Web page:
K_THREAD_DEFINE(blink3_id, STACKSIZE, blink3, NULL, NULL, NULL,
		PRIORITY, 0, K_NO_WAIT);

K_THREAD_DEFINE is the function that allows us to create threads at compile time. It is defined as K_THREAD_DEFINE(name, stack_size, entry, p1, p2, p3, prio, options, delay)

Parameters:

  • name: Name of the threads.
  • stack_size: Stack size in bytes. I have used the macro STACKSIZE, but it can be individually set.
  • entry: Thread entry function.
  • p1: 1st entry point parameter.
  • p2: 2nd entry point parameter.
  • p3: 3rd entry point parameter.
  • prio: Thread priority. I have used the macro PRIORITY, but it can be individually set.
  • options: Thread options.
  • delay: Scheduling delay (in milliseconds), or K_NO_WAIT (for no delay).

Source

To main() or not to main().

Actually, it doesn’t really matter. The code would run just as well without it, just the code within main() will not be run for obvious reasons.

Back to the top (ignoring the macros)

/*-----shell code fom <zephyr_base>/samples/subsys/shell/shell/------*/
static int shell_cmd_ping(int argc, char *argv[])
{
	ARG_UNUSED(argc);
	ARG_UNUSED(argv);

	printk("pong\n");

	return 0;
}

static int shell_cmd_params(int argc, char *argv[])
{
	int cnt;

	printk("argc = %d\n", argc);
	for (cnt = 0; cnt < argc; cnt++) {
		printk("  argv[%d] = %s\n", cnt, argv[cnt]);
	}
	return 0;
}

static struct shell_cmd commands[] = {
	{ "ping", shell_cmd_ping, NULL },
	{ "params", shell_cmd_params, "print argc" },
	{ NULL, NULL, NULL }
};

void main(void)
{
	SHELL_REGISTER(MY_SHELL_MODULE, commands);
}
/*-------------------------------------------------------------------*/

As I’ve mentioned in the comments, this is basically all of the code from the shell sample, simply copied and run from main().

So as you would’ve probably noticed there is no need to create a thread for main() using K_THREAD_DEFINE, and also main() usually has a fairly high priority as we’ll see later on once we have compiled and run our code.

Compile and run

Setup Zephyr Development environment :

Make sure you follow this guide to download zephyr source code and install the SDK.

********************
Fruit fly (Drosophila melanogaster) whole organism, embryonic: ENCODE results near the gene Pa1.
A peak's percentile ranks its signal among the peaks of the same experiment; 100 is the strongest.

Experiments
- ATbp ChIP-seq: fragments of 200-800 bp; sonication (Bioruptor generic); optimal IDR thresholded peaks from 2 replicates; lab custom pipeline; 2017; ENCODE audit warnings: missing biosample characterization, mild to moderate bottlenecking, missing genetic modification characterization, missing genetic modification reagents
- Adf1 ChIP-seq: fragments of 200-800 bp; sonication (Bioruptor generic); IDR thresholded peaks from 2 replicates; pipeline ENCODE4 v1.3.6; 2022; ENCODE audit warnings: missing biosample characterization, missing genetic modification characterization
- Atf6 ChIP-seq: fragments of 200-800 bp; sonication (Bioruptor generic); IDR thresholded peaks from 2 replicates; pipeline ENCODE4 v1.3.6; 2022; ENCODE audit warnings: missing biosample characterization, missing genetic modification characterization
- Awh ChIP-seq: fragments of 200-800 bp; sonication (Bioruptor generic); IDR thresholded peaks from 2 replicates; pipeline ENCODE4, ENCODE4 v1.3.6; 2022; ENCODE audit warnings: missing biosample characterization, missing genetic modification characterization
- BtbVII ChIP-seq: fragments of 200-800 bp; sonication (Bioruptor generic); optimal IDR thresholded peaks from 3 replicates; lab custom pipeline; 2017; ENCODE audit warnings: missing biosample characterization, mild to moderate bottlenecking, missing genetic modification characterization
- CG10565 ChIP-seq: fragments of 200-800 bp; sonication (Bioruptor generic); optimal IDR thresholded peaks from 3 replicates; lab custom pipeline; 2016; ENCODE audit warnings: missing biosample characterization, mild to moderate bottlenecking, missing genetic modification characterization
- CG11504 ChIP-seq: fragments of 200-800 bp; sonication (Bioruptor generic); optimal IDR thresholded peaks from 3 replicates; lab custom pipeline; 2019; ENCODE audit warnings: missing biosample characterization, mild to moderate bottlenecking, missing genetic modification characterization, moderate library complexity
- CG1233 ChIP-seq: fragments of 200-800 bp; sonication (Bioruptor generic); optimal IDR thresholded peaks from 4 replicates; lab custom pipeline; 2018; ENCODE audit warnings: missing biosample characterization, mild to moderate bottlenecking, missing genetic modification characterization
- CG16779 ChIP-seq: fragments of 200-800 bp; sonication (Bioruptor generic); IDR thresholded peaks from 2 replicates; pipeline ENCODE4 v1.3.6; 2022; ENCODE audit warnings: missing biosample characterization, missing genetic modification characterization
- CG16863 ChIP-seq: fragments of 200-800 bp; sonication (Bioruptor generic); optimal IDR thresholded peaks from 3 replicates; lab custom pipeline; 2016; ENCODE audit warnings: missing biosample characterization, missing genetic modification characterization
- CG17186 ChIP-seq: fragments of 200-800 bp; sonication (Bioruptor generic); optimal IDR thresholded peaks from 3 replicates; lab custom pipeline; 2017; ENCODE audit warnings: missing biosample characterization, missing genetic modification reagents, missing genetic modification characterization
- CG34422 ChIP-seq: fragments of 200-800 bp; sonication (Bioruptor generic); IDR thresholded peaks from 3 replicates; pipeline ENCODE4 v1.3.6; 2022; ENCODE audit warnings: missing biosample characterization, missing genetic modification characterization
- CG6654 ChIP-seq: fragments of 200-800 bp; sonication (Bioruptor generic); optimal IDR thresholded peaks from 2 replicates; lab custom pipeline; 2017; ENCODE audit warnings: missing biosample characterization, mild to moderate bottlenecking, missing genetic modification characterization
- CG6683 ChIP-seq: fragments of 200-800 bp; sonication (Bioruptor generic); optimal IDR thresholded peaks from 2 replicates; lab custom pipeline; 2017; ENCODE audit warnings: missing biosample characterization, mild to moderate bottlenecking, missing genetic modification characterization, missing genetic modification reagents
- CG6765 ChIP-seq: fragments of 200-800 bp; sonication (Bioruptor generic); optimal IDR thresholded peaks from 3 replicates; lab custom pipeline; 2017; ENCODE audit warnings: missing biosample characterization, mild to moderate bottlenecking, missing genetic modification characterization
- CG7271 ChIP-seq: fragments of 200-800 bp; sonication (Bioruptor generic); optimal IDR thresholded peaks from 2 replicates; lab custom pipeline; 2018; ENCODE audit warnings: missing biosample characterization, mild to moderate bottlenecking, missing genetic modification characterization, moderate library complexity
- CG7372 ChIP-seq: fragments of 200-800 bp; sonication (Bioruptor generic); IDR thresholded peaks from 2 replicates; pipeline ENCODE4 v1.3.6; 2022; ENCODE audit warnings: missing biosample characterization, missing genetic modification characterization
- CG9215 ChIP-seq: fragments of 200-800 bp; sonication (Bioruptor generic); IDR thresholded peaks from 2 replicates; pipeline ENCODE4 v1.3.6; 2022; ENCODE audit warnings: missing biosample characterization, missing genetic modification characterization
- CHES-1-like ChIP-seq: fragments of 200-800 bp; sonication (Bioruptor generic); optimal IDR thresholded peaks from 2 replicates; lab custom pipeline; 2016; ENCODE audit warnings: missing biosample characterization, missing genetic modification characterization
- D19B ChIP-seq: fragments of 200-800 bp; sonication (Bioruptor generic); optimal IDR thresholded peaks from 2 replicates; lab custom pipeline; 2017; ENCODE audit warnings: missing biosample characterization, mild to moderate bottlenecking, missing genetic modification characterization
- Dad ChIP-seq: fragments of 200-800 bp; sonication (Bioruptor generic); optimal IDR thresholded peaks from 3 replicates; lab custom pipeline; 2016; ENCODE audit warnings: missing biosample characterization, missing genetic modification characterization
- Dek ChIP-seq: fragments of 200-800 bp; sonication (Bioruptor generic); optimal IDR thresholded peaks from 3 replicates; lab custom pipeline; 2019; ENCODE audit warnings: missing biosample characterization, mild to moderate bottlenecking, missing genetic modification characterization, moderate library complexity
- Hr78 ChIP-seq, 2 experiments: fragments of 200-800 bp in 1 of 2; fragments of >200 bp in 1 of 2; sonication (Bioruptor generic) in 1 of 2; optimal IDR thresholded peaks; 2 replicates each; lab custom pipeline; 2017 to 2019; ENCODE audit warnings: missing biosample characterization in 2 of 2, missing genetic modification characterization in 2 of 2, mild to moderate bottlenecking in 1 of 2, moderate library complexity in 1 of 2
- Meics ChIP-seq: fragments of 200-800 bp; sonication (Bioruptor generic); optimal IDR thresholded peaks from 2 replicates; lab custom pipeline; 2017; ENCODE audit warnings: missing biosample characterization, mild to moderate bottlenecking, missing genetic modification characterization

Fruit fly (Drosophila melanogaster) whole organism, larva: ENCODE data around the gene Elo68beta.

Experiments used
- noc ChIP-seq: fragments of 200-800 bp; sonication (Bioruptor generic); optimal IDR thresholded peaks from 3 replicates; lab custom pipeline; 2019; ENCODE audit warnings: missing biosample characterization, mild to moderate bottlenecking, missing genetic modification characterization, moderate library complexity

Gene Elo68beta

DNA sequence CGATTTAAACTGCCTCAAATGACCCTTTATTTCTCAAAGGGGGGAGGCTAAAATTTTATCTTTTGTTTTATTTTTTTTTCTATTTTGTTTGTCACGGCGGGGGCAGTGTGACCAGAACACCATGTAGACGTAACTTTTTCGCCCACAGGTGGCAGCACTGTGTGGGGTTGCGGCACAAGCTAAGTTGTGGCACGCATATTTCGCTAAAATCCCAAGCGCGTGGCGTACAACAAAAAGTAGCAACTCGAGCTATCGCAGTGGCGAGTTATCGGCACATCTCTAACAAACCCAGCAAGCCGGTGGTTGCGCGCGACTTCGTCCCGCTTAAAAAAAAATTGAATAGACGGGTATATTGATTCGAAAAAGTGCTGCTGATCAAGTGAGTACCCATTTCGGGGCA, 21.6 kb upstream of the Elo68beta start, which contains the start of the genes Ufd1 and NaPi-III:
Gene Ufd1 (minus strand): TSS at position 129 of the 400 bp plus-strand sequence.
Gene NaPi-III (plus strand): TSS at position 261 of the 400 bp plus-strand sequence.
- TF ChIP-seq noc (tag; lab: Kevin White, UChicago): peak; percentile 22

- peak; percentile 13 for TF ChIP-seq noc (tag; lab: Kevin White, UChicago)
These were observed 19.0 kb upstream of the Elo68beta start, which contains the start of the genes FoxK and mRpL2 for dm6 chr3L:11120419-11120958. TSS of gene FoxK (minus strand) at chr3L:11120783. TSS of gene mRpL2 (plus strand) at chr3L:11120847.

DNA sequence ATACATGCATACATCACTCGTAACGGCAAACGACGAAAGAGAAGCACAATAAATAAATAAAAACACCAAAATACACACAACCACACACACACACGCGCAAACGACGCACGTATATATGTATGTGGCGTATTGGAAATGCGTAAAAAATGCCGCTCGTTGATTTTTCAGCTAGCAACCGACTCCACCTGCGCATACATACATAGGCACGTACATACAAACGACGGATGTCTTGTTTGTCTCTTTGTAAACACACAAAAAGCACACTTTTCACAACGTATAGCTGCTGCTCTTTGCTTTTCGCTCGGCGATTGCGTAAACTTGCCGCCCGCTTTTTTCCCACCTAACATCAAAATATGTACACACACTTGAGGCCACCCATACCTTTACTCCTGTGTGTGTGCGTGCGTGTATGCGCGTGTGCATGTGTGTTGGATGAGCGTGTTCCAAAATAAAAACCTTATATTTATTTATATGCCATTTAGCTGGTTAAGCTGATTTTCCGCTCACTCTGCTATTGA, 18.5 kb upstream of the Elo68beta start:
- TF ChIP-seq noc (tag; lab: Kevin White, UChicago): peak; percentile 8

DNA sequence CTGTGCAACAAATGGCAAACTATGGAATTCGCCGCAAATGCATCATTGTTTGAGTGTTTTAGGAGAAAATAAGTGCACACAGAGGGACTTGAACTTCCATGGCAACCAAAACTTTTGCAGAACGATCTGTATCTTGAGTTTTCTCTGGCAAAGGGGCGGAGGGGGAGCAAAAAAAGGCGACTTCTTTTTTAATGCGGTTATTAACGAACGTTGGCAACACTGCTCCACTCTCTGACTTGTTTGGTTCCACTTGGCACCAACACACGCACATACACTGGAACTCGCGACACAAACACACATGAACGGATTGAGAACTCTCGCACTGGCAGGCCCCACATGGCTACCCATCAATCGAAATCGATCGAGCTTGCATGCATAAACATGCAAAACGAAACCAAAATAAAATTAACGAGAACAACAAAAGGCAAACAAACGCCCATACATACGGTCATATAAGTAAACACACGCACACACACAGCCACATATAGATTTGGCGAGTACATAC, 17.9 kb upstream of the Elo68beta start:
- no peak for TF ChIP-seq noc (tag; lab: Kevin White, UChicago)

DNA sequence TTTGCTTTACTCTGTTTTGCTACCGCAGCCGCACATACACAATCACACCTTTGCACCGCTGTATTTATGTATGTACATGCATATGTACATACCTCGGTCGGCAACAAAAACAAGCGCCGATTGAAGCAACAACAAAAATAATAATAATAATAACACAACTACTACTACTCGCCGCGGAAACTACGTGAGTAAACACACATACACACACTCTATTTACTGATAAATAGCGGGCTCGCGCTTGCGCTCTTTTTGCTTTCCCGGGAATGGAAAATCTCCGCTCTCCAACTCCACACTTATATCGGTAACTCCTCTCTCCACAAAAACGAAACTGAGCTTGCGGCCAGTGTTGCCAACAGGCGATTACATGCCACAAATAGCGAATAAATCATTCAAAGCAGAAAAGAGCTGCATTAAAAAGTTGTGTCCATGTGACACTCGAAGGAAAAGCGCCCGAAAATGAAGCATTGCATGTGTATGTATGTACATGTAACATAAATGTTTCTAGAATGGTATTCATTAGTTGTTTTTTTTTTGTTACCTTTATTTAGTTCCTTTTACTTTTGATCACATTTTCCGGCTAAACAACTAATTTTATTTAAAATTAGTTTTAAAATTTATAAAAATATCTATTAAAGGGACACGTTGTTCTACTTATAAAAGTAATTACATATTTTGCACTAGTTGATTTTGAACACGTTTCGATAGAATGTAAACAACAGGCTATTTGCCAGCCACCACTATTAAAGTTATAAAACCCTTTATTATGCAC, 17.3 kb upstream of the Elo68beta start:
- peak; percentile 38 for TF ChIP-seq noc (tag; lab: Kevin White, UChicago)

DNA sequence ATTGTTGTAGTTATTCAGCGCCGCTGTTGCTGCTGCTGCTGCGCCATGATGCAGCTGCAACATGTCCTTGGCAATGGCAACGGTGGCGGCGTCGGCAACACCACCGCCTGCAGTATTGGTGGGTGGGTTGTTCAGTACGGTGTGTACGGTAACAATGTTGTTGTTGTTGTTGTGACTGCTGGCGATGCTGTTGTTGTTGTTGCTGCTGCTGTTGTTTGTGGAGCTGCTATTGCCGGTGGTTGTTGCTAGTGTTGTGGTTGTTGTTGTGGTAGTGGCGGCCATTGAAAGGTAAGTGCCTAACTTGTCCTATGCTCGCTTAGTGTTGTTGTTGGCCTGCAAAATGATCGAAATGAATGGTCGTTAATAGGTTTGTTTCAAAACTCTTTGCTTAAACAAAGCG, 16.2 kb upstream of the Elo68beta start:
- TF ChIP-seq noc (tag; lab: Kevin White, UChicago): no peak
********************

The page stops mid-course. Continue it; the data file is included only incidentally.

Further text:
Download the zephyr_multithread_blinky sample app :

  • Make sure you are in the base directory for the zephyr source, from here on I’ll refer it to as zephyr_base
  • Download the sample app
    $ git clone https://github.com/96boards-projects/zephyr_multithread_blinky/
    
  • Set up zephyr environment
    $ source zephyr-env.sh
    
  • Change directory to zephyr_multithread_blinky
    $ cd zephyr_multithread_blinky
    
  • Compile
    $ make
    
  • Flash: follow the flashing guide from here
    $ sudo dfu-util -d [0483:df11] -a 0 -D outdir/96b_carbon/zephyr.bin -s 0x08000000
    
  • Press the reset button to run the code.

Conclusion

You should be able to see all the three LEDs, USR1 USR2 and BT, blinking independently.

Now, let’s take a look at the shell. First, we’ll need to connect the Carbon to a PC using the UART micro-usb port.

Now, to see the UART output I usually use picocom and for the carbon we’ll set the bitrate to 115200. This command works for me just fine.

$ sudo picocom /dev/ttyUSB0 -b 115200

Now as soon as you press Enter you should see a prompt like: shell>

Now remember I mentioned that main() has a fairly high priority, lets take a look at that via the shell:

shell> select kernel
kernel> tasks
tasks:
 0x2000066c:   options: 0x0 priority: 7
 0x200005fc:   options: 0x0 priority: 7
 0x2000058c:   options: 0x0 priority: 7
*0x20000310:   options: 0x0 priority: -9
 0x20000704:   options: 0x0 priority: -1
 0x20000384:   options: 0x1 priority: 15
kernel>

If you take another look at the core you would see that I set the priority for all the three threads to 7 using the PRIORITY macro. And we can see the same thing here as well. And the entry with ‘*’, that has the priority set at -9, seems to be our main() function.